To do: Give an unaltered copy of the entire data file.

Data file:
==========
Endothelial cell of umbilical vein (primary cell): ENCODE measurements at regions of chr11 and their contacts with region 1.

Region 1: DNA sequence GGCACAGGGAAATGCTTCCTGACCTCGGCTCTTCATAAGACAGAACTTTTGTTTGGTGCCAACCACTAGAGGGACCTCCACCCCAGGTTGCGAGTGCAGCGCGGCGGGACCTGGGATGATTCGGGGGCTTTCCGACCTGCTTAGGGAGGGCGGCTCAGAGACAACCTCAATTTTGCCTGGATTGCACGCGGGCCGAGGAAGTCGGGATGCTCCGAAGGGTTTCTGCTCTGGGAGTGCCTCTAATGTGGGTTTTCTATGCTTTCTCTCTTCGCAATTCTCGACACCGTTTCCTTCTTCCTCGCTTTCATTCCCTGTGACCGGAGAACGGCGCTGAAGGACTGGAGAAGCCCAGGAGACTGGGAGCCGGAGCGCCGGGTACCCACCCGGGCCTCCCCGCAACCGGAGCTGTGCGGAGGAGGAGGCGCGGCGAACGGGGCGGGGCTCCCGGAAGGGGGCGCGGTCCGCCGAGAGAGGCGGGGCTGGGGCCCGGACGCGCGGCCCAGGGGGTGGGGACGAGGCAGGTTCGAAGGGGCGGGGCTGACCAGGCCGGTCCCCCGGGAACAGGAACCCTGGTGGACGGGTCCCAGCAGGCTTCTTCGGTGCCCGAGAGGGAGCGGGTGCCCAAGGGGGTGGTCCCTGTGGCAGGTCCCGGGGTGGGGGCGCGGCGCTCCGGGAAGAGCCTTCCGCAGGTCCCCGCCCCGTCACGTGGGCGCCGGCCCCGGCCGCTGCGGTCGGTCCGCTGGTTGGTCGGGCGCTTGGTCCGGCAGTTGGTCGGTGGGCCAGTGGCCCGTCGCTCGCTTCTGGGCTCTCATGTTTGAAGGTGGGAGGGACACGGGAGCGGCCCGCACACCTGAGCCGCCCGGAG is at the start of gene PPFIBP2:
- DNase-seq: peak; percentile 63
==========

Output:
Endothelial cell of umbilical vein (primary cell): ENCODE measurements at regions of chr11 and their contacts with region 1.

Region 1: DNA sequence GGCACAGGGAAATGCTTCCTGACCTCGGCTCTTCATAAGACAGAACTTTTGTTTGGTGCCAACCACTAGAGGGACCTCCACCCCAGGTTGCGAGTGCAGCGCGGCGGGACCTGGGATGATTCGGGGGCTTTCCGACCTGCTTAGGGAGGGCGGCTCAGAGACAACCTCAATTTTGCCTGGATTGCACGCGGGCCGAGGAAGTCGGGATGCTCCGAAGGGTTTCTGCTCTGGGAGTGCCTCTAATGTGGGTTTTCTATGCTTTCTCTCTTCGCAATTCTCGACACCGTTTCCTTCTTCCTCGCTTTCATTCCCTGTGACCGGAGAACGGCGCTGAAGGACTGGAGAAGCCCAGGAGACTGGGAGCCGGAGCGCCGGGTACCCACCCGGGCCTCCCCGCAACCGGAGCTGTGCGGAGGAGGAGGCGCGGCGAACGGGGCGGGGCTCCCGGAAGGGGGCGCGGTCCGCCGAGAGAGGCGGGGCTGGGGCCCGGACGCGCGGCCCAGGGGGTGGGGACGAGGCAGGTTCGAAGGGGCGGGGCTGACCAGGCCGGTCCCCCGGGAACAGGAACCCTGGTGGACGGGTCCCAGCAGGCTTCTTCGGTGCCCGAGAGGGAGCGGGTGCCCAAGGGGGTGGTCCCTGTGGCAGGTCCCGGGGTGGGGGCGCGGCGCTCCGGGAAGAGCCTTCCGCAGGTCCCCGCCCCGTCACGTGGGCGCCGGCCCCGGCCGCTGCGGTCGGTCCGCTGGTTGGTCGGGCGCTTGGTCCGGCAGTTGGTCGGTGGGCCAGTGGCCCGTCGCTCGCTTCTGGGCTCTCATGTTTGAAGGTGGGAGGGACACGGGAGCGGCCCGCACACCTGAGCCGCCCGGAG is at the start of gene PPFIBP2:
- DNase-seq: peak; percentile 63